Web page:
Basalt officials say rates spur water conservation
Basalt’s water use fell by 3.7 million gallons or about 7 percent during the third quarter of this year compared to the same period last year.
Some town officials credited stiff new water rates for spurring the conservation.
But a foe of the higher charges claimed they are all wet. Basalt resident Peter Frey said the 7 percent drop in usage was achieved before it became clear to most people that the town’s water rate was significantly higher.
The town bills for water use by the quarter. The third quarter bill came out in early October ? after the 7 percent decline in use for July, August and September was achieved.
Frey believes the decrease in water use proves that Basalt residents are interested in conservation without a fee system that he said unfairly penalizes the biggest users and families.
The Basalt Town Council implemented a rate change April 1 to encourage conservation and pay for water infrastructure projects like a filtration plant ? which was required by the state ? and a new well.
The new rates hit the biggest users the hardest. For example, customers who use between 54,901 gallons and 111,600 gallons saw the rate increase from $1.60 to $4.60 per gallon.
Customers who consume more than 111,601 gallons saw rates skyrocket from $2.20 to $6.
Customers who consume less than 54,900 gallons per quarter experienced a modest increase.
Councilwoman Jacque Whitsitt said additional time is needed to gauge how effectively the new rates affect conservation. She said the 7 percent conservation figure for the third quarter is a step in the right direction.
“I think it justifies [the new rates],” Whitsitt said. “We need to tweak it when it needs to be tweaked but I want to stick with it.
“My resolve is not going away. Water is going to be a problem all over the West, not just here.”
Councilwoman Anne Freedman said it has been proven in Basalt and elsewhere that charging higher rates for greater consumption promotes conservation. She believes Basalt still has room to improve.
“I’d like to see even greater savings,” said Freedman. The 7 percent savings was modest compared to savings in the 30 percent range achieved by some Front Range cities, she said.
Basalt doesn’t have an unlimited water supply, like some foes of the new rates contend, so conservation must be heavily promoted, Freedman said. She plans to propose a landscaping ordinance that would require new developments in Basalt to use drought-tolerant, less-consumptive plants and grasses. Alternatives are needed to Kentucky bluegrass, she said.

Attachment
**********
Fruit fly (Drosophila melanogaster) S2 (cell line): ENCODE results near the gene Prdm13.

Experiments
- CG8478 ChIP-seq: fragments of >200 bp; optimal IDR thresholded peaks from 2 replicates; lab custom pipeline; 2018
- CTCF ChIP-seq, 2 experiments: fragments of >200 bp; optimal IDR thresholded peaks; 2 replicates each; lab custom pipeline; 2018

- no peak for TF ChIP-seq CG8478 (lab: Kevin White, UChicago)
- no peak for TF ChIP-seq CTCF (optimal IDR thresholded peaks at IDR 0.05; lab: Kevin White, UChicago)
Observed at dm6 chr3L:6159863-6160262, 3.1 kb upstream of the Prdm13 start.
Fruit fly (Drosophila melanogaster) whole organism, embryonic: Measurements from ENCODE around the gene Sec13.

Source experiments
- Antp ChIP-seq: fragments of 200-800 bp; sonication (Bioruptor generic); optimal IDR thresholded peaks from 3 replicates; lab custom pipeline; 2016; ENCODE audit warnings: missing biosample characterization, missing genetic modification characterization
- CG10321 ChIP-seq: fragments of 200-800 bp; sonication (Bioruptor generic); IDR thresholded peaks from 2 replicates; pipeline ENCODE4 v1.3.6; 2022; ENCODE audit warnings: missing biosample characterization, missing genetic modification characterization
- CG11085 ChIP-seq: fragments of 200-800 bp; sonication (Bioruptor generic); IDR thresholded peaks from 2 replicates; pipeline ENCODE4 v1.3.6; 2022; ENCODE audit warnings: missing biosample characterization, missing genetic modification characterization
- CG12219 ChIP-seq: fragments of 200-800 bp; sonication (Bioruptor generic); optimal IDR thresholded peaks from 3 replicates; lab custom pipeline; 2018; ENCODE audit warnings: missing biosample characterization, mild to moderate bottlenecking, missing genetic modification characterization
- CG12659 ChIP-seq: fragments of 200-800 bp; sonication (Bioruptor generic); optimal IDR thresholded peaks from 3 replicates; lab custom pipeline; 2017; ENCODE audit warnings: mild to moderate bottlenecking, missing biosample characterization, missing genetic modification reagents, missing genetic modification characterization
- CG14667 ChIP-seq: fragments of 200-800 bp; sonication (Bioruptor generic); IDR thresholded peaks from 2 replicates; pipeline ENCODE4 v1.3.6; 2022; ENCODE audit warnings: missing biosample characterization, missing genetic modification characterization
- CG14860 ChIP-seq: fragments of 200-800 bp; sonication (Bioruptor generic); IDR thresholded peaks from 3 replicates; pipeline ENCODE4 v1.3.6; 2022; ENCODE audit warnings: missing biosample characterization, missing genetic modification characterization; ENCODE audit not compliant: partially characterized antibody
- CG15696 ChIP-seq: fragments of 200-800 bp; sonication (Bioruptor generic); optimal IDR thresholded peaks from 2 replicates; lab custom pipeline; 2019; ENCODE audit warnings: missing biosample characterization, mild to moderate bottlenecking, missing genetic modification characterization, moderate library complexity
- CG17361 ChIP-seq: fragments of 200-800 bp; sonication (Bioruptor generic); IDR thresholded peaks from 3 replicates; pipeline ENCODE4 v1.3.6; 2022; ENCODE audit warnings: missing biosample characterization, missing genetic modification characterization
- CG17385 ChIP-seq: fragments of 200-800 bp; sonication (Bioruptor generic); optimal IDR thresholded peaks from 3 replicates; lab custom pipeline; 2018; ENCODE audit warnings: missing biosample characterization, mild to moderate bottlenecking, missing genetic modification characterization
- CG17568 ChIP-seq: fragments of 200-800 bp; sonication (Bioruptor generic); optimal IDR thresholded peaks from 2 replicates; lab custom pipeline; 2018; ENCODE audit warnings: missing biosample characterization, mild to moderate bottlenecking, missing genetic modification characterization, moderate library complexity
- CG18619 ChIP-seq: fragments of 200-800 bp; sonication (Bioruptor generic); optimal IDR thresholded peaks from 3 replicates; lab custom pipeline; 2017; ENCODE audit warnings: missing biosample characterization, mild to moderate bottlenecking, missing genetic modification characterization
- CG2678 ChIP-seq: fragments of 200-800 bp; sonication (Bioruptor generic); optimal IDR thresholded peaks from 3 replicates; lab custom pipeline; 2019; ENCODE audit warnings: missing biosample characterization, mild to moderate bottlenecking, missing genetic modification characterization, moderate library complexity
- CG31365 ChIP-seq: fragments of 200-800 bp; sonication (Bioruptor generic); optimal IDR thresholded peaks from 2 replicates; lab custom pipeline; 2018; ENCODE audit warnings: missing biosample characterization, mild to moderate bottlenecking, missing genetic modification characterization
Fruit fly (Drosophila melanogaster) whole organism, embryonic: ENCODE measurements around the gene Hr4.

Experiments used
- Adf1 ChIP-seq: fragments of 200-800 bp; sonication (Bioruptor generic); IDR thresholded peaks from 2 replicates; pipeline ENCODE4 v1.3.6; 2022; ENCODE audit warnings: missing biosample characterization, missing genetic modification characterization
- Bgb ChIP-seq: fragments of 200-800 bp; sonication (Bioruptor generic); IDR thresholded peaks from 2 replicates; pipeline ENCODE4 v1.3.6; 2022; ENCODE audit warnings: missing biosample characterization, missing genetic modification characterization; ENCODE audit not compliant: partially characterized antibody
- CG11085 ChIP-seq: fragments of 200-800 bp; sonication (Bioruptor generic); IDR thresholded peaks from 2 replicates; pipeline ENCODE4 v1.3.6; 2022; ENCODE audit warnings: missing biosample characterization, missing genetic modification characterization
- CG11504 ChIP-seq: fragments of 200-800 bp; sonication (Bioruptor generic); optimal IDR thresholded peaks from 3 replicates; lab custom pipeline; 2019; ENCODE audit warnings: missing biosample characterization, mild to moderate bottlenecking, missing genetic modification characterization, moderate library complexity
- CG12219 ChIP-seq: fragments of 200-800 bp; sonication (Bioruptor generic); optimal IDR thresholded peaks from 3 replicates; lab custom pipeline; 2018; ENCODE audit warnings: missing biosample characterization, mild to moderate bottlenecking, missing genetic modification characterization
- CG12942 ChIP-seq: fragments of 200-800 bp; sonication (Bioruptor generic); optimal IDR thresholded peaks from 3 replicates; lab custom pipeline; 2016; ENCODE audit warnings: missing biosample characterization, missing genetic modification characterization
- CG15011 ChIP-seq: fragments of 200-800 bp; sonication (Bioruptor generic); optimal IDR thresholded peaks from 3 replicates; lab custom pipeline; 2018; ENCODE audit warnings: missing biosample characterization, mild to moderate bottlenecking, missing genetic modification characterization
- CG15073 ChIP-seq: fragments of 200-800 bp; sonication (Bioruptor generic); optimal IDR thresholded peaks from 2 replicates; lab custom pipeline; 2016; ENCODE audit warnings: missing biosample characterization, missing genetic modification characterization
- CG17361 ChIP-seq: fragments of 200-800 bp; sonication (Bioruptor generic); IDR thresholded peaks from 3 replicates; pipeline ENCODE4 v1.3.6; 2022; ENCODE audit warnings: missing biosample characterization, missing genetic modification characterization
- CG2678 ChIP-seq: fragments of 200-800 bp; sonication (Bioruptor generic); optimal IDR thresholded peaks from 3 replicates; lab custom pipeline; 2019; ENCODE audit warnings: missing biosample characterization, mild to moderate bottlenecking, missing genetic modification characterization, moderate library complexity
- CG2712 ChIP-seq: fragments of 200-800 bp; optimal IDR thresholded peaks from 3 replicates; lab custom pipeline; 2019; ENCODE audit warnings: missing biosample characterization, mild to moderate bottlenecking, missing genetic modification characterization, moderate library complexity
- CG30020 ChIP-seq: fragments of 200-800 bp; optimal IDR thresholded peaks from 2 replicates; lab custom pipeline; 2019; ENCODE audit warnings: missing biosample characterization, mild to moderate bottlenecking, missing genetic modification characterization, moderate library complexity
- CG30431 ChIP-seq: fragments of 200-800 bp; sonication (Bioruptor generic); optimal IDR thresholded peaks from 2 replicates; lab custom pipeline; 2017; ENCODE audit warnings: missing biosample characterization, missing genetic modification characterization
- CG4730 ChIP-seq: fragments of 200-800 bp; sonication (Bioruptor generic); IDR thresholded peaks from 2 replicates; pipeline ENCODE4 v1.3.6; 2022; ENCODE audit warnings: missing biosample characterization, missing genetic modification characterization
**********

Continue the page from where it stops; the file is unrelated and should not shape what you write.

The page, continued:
Frey said he could support higher rates for higher water use, but not at the level implemented by the town. He said the 7 percent decrease in use during the third quarter proves nothing about the effectiveness of the water rates since the financial implications weren’t clear yet to users.
The town’s water customers were notified of the increase before April, and they saw it reflected in their second quarter water bills ? covering April, May and June.
But water demand is typically greater in the third quarter months of July, August and September. This summer’s drought increased demand, but the town implemented mandatory watering restrictions in June.
The town started receiving complaints about the new rates during the hot summer months. One homeowner, Matt Ferguson, paid his $605 water bill in $1 bills at last week’s Town Council meeting.
Ferguson said his family of five was doing all it could to conserve. Larger families shouldn’t be penalized simply because they are larger families, he said.
He demanded a refund and a decrease in the rates.
The town is forming a committee to study the issue. Frey predicted that if adjustments aren’t made in the rates, the town government will achieve greater conservation in the third quarter of next year but at the price of aesthetics.
He said he has talked to people who will turn off their irrigation systems altogether and let their lawns degrade to weeds and dirt.
“I don’t think the town ought to be encouraging having the town look like a dump,” said Frey.
[Scott Condon’s e-mail address is firstname.lastname@example.org]
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The time has come for the citizens of Glenwood Springs to be very critical of the municipal planning department’s professional skill sets.